The assumption of working for a large established company has always been that there would job security. ”You should always take a job at a big strong company because at least you know will be there for a while,” is what people used to say. In fact, many people today still believe this. While it may have been true years ago it’s anything but true today.
Working for a large company no longer means job security, it just means you work for a large company.
Merck recently announced they are laying off 8,500 workers, Alitalia (the national airline of Italy) is proposing to lay off 2,000 workers, Blackberry is cutting around 5,000, Safeway is laying off around 6,000 (through their Dominick’s chain), Kelloggs is cutting over 2,000, Thomson Reuters is cutting 4,500, and Cisco is cutting around 4,000, EADS (the aerospace company) is cutting up to 6,000, and Qantas is cutting 1,000. The list goes on and on and I haven’t even included companies like Blockbuster that have completely gone out of business. Oh, and did I mentioned that these are just numbers from the past few weeks? These cuts are made by people in the finance department who are looking at balance sheets and data, not at people; in fact many call this “trimming the fat.” Where’s the job security at these companies? I think many of the companies today are actually in danger of a disappearing altogether, but that’s a topic for another post.
Still not convinced?
What about the fact that the average life expectancy of a company on the S&P 500 used to be 75 years. Today that number is just barely 15 years. Research shows that by the year 2027, 75% of the companies on the S&P 500 will be replaced. Take a look at the chart below from Innosight to see the trend.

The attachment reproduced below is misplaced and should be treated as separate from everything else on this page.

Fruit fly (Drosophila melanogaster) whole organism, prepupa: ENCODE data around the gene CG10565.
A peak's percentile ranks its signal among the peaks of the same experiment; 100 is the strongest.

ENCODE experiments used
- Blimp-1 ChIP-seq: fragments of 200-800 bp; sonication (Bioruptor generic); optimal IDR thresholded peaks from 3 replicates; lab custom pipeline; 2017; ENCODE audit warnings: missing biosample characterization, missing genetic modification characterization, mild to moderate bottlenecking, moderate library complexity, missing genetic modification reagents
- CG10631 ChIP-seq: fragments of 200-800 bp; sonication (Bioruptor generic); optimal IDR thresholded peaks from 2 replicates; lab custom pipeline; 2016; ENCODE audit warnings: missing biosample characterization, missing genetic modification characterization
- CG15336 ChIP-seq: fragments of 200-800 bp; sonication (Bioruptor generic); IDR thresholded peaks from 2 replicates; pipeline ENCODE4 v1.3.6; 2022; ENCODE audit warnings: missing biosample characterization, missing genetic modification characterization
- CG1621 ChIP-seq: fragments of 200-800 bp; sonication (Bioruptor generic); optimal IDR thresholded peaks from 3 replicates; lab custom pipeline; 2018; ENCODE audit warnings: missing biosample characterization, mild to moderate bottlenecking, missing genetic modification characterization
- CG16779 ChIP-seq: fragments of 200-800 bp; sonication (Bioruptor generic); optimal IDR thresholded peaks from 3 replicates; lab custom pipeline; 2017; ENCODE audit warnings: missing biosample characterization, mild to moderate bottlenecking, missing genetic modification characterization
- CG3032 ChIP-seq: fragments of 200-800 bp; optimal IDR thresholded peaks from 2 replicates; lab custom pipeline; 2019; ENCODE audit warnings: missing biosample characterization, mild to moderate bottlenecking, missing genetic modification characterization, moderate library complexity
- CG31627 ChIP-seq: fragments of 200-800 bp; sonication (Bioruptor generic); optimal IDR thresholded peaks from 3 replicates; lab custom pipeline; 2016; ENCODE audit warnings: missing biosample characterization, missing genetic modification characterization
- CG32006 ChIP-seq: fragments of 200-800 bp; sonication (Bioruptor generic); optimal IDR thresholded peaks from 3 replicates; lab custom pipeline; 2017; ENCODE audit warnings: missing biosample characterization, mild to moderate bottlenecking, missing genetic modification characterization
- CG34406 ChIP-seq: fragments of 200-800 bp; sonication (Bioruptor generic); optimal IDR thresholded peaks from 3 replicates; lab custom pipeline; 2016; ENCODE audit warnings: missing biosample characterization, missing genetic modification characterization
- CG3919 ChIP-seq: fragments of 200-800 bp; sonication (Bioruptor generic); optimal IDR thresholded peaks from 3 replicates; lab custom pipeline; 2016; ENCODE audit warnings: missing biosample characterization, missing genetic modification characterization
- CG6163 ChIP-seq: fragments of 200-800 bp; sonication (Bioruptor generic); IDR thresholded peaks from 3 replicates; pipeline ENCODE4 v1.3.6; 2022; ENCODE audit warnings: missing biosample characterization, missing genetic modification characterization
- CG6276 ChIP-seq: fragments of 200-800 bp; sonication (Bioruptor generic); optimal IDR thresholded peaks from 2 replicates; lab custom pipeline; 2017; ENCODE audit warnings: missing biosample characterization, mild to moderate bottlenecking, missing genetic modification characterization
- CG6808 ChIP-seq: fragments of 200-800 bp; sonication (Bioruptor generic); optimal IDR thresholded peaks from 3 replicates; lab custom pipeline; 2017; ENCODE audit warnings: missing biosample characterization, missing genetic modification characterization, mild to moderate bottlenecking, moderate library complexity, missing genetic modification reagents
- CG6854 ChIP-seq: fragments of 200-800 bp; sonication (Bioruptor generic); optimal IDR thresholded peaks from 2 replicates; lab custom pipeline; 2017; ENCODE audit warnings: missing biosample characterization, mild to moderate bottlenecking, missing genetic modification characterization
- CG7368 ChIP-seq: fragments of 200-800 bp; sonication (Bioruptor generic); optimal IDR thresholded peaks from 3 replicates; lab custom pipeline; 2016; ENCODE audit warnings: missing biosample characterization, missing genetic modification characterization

This trend doesn’t show signs of slowing down.
Previous generations primarily valued working at larger organizations because it meant more money and longer term employment. That’s really the only things that mattered. Along with this job security facade we also see that the future workforce is prioritizing other things above salary. This includes things such as flexible work environments and doing meaningful work. It’s no longer just about a paycheck. This means that one of the huge advantages that large organizations have is gone.
In fact, I’d argue that many people may have more job security working for a smaller or mid-size company instead of for massive global organizations. Large organizations can make sweeping cuts to thousands of employees and it’s just a drop in the bucket for them. The trend I have seen is that smaller organizations find reasons to keep employees and not reasons to let them go.
The size of some of these behemoth’s is also mind-boggling. Some of the companies have tens of thousands or hundreds of thousands of employees around the world, it makes you wonder if companies were ever meant to get that big and how much bigger they can possibly get. One would assume that after a certain point, once the companies go up, they must come down.
Pick a job that you care about, that offers you the opportunity to pursue your passions, and gives you freedom not the one that just has a higher dollar sign.
(Cross-posted @ The Future Workplace)